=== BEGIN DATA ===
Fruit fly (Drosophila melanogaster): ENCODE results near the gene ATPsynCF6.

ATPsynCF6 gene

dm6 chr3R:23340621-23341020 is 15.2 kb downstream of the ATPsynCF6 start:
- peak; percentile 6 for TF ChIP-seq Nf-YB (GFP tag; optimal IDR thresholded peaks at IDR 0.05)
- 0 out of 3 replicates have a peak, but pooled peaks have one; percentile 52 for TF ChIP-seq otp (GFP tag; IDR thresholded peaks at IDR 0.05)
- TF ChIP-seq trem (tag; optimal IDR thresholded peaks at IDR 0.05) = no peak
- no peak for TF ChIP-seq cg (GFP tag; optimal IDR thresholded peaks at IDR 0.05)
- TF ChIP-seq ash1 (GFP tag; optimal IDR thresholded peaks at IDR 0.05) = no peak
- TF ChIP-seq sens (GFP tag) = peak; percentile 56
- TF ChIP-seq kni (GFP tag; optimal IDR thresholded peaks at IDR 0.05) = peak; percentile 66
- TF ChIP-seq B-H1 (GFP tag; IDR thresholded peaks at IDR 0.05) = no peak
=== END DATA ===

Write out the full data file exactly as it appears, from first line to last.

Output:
Fruit fly (Drosophila melanogaster): ENCODE results near the gene ATPsynCF6.

ATPsynCF6 gene

dm6 chr3R:23340621-23341020 is 15.2 kb downstream of the ATPsynCF6 start:
- peak; percentile 6 for TF ChIP-seq Nf-YB (GFP tag; optimal IDR thresholded peaks at IDR 0.05)
- 0 out of 3 replicates have a peak, but pooled peaks have one; percentile 52 for TF ChIP-seq otp (GFP tag; IDR thresholded peaks at IDR 0.05)
- TF ChIP-seq trem (tag; optimal IDR thresholded peaks at IDR 0.05) = no peak
- no peak for TF ChIP-seq cg (GFP tag; optimal IDR thresholded peaks at IDR 0.05)
- TF ChIP-seq ash1 (GFP tag; optimal IDR thresholded peaks at IDR 0.05) = no peak
- TF ChIP-seq sens (GFP tag) = peak; percentile 56
- TF ChIP-seq kni (GFP tag; optimal IDR thresholded peaks at IDR 0.05) = peak; percentile 66
- TF ChIP-seq B-H1 (GFP tag; IDR thresholded peaks at IDR 0.05) = no peak